Is this you? You’ve been complaining about your boss for a while, and you’re convinced that if you started your own business, you could do it so much better than he could. While this may be true, it may not be enough impetus to start a business and run it successfully.
Many people dream of starting a business, but the truth is: not everyone’s cut out for it. Here’s a checklist of questions to answer to determine whether you’re a good fit for entrepreneurship.
- What’s Your Motivation for Starting a Business?
If you simply want to get away from a bad job or want to not have a boss, you won’t really be set up for all the pitfalls and stresses that small business ownership includes. On the other hand, if you want to do what you love or help people in a particular area, these are solid enough motivators to see you through the rocky parts of your path.
- Do You Have Experience in the Field?
While you don’t have to be a 5-star chef to open a bakery, you should have at least some experience in this area if you want to start a successful business. If you don’t, you’ll have a steeper learning curve, and it will take you a lot longer to get to where other more experienced business owners have gotten.
Likewise, you don’t have to have a MBA, but you should have at least some understanding of the varying aspects of running a business, including finance, marketing, and management. Consider taking some continuing education courses to ramp up if you’re determined, but lacking in any of these areas.
- Are You Financially in a Good Place?
There are options for financing a business beyond what you’ve got in your savings account, but if your personal finances are rocky, or if you’ll rely on your revenues to pay your mortgage, hesitate before launching. You should have 6-12 months’ worth of funds to cover personal and business expenses in your account before you start a business, otherwise you’ll be stressing out to turn enough profit to pay your bills.
- Are There Life Events on the Horizon?
Sure, it’s doable to start a business at the same time that you’re welcoming a new baby into your family, or getting married or moving, but it’s not advisable. Life events like these take a great deal of energy, time, and money, and those are going to compete with what you need to put into your fledgling business.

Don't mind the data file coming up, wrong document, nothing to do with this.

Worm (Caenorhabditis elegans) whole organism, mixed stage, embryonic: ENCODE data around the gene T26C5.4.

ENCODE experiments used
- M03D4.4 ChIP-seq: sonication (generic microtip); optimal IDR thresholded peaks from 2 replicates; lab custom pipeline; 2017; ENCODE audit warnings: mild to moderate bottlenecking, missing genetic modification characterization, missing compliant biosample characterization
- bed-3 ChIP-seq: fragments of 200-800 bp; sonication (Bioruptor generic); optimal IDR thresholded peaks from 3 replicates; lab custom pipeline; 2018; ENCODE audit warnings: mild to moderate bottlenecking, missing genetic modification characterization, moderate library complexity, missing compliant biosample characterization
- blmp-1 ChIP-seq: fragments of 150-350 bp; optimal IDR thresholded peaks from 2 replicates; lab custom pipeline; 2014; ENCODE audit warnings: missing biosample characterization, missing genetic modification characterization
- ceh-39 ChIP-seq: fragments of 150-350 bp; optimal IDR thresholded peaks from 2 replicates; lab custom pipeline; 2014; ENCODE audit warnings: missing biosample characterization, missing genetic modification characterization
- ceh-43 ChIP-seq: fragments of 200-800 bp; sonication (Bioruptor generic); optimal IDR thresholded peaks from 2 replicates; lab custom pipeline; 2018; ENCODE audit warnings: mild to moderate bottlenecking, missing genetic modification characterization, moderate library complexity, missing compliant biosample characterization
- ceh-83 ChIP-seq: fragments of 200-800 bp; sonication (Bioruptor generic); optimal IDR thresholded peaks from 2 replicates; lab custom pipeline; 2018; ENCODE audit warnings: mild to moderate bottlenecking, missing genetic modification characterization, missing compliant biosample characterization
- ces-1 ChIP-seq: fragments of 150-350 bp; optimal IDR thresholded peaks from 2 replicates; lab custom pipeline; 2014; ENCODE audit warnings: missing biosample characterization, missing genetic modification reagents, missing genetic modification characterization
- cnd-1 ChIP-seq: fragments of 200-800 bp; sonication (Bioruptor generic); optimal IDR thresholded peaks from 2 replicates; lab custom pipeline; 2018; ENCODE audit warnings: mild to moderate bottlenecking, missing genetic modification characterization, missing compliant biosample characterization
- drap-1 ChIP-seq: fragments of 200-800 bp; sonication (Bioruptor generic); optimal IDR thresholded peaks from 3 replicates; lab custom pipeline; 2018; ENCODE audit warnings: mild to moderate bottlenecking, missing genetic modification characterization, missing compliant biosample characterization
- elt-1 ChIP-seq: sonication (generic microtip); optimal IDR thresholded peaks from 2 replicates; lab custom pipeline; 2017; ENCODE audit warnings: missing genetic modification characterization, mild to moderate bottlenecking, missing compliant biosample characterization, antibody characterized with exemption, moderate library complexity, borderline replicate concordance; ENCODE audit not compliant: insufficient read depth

- Can You See it Long Term?
Maybe you just think you’ve got a great solution to a problem. But maybe you don’t honestly want to run a business in perpetuity. In that case, you could sit back and wait for someone else to solve that problem, or even patent your idea and sell it to someone who has more resources and drive than you.
You should be able to imagine running your business for the foreseeable future. It’s good to have an exit strategy in mind, such as selling the company, handing it over to your kids, or just retiring, but you should be able to commit to the idea.
- Can You Handle Risk?
Running a business isn’t for the risk-averse. Entrepreneurship is a landmine fraught with risk, so be ready to deal with it. If you stress out easily, you may jeopardize your health worrying about everything that can go wrong.
The purpose of these questions is to get you thinking honestly about whether you’re cut out for entrepreneurship. It’s a big undertaking, and one that will affect not only you, but your loved ones. Make sure it’s the right decision before you leap.